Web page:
The newly elected civic body has grown younger as the average age of its members has been reduced by at least 10 years; the maximum average age of the current crop of corporators has come down to 45 from 55 years.
Experts say that this shift will lead to fresh ideas, make the administration more transparent, increase its accessibility with the use of modern-age mediums, and lead to youth-centric issues taking centre stage. Some of the issues these new corporators plan to take up is education, e-governance and development of civic health infrastructure.
The youngest of the lot, engineering student Anusha Valpadasi, 21, from the Shiv Sena, managed to break the Congress’ iron grip on Dharavi. A member of Aditya Thackeray-led Yuva Sena, she says education and sanitation will be her priorities. “I want to take up issues that matter to the young generation,” said Valpadasi, while uploading pictures of her win on Facebook.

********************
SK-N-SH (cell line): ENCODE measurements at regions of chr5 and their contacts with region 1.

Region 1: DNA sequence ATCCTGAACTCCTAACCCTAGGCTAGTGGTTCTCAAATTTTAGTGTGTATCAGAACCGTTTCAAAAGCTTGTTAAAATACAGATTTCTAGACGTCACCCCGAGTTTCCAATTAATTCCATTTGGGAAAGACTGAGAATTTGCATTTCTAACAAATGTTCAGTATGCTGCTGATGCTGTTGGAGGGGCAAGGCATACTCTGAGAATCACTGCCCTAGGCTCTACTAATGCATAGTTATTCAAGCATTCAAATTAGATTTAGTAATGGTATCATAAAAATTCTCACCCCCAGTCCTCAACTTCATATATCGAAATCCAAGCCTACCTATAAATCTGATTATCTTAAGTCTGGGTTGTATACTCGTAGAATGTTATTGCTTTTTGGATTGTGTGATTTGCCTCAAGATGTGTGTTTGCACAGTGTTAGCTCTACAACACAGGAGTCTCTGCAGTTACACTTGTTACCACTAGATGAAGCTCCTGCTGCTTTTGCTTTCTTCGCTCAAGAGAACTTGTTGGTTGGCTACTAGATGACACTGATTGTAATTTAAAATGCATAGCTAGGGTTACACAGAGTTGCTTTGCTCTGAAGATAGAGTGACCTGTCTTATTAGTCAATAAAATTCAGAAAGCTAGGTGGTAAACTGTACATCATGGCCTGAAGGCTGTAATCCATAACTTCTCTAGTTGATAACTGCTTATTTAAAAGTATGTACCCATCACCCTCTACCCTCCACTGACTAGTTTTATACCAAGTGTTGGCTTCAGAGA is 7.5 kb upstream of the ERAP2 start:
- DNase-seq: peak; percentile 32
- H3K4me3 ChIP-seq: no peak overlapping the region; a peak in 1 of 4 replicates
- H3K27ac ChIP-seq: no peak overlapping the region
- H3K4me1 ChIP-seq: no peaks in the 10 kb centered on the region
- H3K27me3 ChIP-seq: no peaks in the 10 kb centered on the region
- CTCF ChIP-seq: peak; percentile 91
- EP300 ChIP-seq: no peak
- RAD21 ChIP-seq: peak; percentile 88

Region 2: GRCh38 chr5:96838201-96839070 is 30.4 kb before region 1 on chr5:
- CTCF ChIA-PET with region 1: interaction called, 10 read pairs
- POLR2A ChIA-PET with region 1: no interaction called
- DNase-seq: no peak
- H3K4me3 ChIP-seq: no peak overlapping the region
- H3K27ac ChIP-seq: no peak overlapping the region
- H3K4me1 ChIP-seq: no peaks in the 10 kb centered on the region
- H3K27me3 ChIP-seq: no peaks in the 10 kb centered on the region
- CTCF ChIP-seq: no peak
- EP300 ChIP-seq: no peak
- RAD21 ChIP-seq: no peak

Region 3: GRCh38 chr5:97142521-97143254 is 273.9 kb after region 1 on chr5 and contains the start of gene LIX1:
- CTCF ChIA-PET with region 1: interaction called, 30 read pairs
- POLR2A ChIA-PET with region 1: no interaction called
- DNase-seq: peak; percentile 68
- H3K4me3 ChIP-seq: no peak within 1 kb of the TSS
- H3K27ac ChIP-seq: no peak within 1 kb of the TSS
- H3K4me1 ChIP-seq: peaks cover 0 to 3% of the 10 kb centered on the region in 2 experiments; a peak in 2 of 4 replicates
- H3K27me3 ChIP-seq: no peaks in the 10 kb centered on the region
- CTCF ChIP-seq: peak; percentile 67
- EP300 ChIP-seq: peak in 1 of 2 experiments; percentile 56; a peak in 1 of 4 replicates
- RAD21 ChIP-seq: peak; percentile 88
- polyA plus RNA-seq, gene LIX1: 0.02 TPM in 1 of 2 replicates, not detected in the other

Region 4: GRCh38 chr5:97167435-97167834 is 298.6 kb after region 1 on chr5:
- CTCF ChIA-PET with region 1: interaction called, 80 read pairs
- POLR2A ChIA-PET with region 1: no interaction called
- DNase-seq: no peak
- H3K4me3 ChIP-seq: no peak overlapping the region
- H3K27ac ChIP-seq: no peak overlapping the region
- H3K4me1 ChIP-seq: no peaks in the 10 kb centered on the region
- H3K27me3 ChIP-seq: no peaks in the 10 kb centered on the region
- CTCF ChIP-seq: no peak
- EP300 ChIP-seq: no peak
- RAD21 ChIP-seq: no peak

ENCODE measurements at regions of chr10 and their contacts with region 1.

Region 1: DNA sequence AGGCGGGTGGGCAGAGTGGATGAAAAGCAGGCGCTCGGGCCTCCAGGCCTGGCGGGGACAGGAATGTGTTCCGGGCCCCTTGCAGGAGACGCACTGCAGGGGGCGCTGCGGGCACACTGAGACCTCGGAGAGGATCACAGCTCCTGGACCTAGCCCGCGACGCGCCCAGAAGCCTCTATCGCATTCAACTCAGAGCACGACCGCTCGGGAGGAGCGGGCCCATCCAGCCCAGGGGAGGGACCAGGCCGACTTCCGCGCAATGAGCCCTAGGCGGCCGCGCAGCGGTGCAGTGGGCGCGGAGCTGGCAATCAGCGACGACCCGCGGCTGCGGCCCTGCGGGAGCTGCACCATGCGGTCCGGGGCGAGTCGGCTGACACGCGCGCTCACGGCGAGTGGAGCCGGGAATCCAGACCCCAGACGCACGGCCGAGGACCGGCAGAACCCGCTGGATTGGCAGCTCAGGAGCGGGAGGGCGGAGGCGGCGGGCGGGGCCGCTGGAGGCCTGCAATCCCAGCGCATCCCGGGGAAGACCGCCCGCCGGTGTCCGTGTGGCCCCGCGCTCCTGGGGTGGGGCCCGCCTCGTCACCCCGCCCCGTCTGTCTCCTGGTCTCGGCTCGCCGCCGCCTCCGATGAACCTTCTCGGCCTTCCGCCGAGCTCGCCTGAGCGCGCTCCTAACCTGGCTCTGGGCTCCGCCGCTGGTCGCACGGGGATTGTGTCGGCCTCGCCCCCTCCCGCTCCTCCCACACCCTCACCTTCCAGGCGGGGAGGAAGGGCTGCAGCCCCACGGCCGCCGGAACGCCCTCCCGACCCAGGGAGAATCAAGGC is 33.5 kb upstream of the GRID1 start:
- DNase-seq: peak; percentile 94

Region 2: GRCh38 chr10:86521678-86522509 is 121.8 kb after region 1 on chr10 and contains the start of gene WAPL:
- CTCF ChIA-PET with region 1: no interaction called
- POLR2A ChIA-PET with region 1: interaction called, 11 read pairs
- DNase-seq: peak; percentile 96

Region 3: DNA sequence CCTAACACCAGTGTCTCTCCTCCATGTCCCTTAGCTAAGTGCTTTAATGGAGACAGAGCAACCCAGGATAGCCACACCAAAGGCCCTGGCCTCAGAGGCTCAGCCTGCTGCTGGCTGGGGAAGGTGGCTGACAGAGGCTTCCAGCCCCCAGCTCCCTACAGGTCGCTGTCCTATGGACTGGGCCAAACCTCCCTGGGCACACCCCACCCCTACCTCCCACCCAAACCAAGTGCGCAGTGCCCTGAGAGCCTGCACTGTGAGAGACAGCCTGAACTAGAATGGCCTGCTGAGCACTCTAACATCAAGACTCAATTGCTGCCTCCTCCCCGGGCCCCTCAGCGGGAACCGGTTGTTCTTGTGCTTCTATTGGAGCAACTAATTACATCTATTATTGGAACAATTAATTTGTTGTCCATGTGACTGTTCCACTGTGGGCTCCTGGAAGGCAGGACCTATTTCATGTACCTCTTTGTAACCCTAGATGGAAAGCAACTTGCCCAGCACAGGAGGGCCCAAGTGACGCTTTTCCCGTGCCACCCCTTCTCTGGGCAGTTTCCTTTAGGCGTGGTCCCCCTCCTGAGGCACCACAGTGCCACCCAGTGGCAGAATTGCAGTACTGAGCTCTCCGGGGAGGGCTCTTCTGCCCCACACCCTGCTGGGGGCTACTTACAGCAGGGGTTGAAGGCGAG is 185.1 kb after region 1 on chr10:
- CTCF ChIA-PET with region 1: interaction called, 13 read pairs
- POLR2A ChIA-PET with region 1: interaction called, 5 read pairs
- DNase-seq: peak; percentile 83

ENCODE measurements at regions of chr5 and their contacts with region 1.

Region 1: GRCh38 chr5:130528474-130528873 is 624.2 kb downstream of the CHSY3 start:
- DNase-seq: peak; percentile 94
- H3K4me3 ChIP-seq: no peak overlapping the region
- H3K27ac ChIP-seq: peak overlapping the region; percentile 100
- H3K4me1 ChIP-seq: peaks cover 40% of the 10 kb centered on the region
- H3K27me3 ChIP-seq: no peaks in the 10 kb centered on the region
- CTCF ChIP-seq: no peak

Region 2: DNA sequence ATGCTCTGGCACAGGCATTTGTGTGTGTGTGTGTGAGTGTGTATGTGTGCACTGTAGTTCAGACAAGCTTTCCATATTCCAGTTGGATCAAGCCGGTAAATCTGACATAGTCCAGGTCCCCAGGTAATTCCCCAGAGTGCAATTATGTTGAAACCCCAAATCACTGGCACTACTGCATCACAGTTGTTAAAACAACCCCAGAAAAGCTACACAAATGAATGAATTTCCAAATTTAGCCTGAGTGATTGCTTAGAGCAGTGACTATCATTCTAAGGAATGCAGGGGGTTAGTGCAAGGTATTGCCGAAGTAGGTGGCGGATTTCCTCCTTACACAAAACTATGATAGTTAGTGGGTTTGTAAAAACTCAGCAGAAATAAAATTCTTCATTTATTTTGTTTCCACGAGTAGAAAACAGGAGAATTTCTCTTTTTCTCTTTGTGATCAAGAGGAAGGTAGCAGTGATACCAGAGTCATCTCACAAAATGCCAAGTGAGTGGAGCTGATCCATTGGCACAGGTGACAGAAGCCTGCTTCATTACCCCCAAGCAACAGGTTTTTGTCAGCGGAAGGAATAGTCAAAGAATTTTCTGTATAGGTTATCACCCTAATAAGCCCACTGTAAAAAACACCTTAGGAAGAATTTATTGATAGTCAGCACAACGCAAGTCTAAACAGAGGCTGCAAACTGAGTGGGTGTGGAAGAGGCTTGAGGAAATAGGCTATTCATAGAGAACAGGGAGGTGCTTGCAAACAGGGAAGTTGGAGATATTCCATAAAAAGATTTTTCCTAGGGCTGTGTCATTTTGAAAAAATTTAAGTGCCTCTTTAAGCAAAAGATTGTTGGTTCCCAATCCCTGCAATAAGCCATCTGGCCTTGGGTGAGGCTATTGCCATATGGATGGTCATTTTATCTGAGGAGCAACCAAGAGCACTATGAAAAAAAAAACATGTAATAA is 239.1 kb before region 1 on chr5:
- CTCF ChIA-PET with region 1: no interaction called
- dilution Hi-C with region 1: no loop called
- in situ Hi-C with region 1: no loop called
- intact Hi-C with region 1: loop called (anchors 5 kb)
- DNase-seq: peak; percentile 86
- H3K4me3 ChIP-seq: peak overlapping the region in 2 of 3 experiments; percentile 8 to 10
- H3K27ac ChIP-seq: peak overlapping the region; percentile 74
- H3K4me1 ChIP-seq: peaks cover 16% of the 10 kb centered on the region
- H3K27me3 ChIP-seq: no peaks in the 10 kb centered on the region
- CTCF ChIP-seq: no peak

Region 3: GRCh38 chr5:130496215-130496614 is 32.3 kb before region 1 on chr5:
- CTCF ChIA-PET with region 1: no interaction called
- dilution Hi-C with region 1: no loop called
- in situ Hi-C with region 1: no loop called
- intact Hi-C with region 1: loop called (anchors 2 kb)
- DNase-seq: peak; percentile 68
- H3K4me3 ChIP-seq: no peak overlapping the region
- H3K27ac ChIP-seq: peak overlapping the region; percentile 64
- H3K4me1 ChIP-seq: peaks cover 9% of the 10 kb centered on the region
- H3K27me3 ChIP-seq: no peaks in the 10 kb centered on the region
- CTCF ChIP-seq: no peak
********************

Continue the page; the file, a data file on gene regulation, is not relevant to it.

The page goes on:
Sagar Singh, 22, son of Congress legislator Ramesh Singh Thakur and a final-year MBA student, refused a job with a multi-national company just weeks before deciding to contest civic polls. “I know I can’t sleepwalk through my five-year tenure. I want to push for e-governance — the demand of the future,” said Singh.